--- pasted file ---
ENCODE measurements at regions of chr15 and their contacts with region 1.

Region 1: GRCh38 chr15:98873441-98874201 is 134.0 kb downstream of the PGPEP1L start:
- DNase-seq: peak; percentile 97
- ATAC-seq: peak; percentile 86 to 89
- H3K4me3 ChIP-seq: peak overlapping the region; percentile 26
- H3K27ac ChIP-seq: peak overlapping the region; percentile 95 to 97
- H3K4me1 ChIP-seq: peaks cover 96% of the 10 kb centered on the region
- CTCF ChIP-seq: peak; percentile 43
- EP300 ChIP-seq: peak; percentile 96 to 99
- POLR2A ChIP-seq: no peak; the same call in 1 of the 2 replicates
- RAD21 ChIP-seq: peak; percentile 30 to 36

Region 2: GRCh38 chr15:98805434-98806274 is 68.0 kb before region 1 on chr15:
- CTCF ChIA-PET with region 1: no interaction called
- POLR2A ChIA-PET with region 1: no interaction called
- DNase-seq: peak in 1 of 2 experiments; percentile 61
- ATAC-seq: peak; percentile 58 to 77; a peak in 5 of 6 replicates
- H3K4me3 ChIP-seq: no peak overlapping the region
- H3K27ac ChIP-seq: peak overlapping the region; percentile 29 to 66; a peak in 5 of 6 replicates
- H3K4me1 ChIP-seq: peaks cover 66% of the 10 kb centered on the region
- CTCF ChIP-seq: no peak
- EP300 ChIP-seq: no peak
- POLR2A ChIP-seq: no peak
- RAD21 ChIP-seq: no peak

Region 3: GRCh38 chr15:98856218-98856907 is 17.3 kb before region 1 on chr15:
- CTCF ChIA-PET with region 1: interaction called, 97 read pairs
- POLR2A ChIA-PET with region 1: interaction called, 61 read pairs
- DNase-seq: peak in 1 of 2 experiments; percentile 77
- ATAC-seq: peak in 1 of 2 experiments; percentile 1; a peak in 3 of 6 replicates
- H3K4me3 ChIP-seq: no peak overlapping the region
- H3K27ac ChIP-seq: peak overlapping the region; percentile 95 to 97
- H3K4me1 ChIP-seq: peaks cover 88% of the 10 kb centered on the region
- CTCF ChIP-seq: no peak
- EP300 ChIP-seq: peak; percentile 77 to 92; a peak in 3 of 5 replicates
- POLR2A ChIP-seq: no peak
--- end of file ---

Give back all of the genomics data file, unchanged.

ENCODE measurements at regions of chr15 and their contacts with region 1.

Region 1: GRCh38 chr15:98873441-98874201 is 134.0 kb downstream of the PGPEP1L start:
- DNase-seq: peak; percentile 97
- ATAC-seq: peak; percentile 86 to 89
- H3K4me3 ChIP-seq: peak overlapping the region; percentile 26
- H3K27ac ChIP-seq: peak overlapping the region; percentile 95 to 97
- H3K4me1 ChIP-seq: peaks cover 96% of the 10 kb centered on the region
- CTCF ChIP-seq: peak; percentile 43
- EP300 ChIP-seq: peak; percentile 96 to 99
- POLR2A ChIP-seq: no peak; the same call in 1 of the 2 replicates
- RAD21 ChIP-seq: peak; percentile 30 to 36

Region 2: GRCh38 chr15:98805434-98806274 is 68.0 kb before region 1 on chr15:
- CTCF ChIA-PET with region 1: no interaction called
- POLR2A ChIA-PET with region 1: no interaction called
- DNase-seq: peak in 1 of 2 experiments; percentile 61
- ATAC-seq: peak; percentile 58 to 77; a peak in 5 of 6 replicates
- H3K4me3 ChIP-seq: no peak overlapping the region
- H3K27ac ChIP-seq: peak overlapping the region; percentile 29 to 66; a peak in 5 of 6 replicates
- H3K4me1 ChIP-seq: peaks cover 66% of the 10 kb centered on the region
- CTCF ChIP-seq: no peak
- EP300 ChIP-seq: no peak
- POLR2A ChIP-seq: no peak
- RAD21 ChIP-seq: no peak

Region 3: GRCh38 chr15:98856218-98856907 is 17.3 kb before region 1 on chr15:
- CTCF ChIA-PET with region 1: interaction called, 97 read pairs
- POLR2A ChIA-PET with region 1: interaction called, 61 read pairs
- DNase-seq: peak in 1 of 2 experiments; percentile 77
- ATAC-seq: peak in 1 of 2 experiments; percentile 1; a peak in 3 of 6 replicates
- H3K4me3 ChIP-seq: no peak overlapping the region
- H3K27ac ChIP-seq: peak overlapping the region; percentile 95 to 97
- H3K4me1 ChIP-seq: peaks cover 88% of the 10 kb centered on the region
- CTCF ChIP-seq: no peak
- EP300 ChIP-seq: peak; percentile 77 to 92; a peak in 3 of 5 replicates
- POLR2A ChIP-seq: no peak